Here's a pop quiz that Universal would probably like moviegoers to take: What did you know about 'Larry Crowne,' besides the fact that it stars Tom Hanks and Julia Roberts? Anything? Why wasn't their combined star power enough to get you to go see it when it opened this past weekend? What else would it have taken to persuade you to go see it?
The romantic comedy, which Hanks also directed and co-wrote, cost a reported $30 million to make but earned just $13 million in its first three days of release, debuting in fourth place on the box office chart. That's one of the weakest openings ever for a film starring either of these two actors, both longtime box office champs.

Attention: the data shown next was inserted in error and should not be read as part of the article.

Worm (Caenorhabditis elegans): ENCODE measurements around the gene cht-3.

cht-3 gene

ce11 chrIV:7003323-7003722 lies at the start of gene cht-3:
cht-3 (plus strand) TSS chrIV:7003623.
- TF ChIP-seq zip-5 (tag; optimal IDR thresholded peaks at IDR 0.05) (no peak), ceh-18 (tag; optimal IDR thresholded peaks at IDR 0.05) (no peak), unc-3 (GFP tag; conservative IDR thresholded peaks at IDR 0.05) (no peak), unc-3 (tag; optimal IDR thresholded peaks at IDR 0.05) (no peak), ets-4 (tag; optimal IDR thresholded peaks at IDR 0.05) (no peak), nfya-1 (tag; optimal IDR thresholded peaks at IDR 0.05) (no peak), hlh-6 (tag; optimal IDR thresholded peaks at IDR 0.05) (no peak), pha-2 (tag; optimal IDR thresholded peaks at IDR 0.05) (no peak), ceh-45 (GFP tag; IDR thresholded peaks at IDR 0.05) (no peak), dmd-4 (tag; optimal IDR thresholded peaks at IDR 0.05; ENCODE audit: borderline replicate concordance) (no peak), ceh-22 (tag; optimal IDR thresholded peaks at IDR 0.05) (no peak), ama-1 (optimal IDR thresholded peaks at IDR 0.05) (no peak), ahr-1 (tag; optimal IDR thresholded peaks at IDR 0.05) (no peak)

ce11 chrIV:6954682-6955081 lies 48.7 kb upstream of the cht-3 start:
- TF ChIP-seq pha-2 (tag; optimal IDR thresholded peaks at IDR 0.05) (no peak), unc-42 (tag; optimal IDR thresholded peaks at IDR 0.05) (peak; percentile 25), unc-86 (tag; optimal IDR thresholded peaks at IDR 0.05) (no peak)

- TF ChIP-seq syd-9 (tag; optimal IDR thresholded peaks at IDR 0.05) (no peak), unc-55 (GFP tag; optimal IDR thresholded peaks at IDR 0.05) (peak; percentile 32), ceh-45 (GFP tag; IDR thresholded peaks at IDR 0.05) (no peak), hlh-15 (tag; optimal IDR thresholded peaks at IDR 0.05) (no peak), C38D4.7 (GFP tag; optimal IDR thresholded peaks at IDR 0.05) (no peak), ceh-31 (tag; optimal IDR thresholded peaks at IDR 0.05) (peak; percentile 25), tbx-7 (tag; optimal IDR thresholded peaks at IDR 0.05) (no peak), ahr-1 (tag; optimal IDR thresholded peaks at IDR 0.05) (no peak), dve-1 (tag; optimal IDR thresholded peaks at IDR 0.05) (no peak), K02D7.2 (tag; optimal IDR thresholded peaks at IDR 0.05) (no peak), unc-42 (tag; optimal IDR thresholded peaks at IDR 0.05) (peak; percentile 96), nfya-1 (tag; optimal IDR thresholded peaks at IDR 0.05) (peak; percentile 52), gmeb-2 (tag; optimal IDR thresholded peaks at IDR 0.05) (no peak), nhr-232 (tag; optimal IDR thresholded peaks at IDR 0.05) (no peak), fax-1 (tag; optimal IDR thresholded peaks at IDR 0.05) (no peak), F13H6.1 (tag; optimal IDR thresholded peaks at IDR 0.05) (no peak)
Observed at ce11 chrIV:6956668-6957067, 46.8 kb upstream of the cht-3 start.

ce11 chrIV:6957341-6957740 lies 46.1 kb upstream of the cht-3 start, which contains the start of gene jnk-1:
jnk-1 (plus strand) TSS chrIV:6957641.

There will be a lot of handwringing, both at Universal and among movie pundits, worrying that 'Larry Crowne' is a sign that Hanks' and Roberts' star power is on the wane, that maybe they're both getting too old. (He's 54, she's 43.) But both of those concerns are misplaced. Yes, there is a star power drain, but it affects all of Hollywood, not just Hanks and Roberts. The truth is, star power alone isn't enough to sell a movie anymore, particularly one as offbeat as 'Larry Crowne.'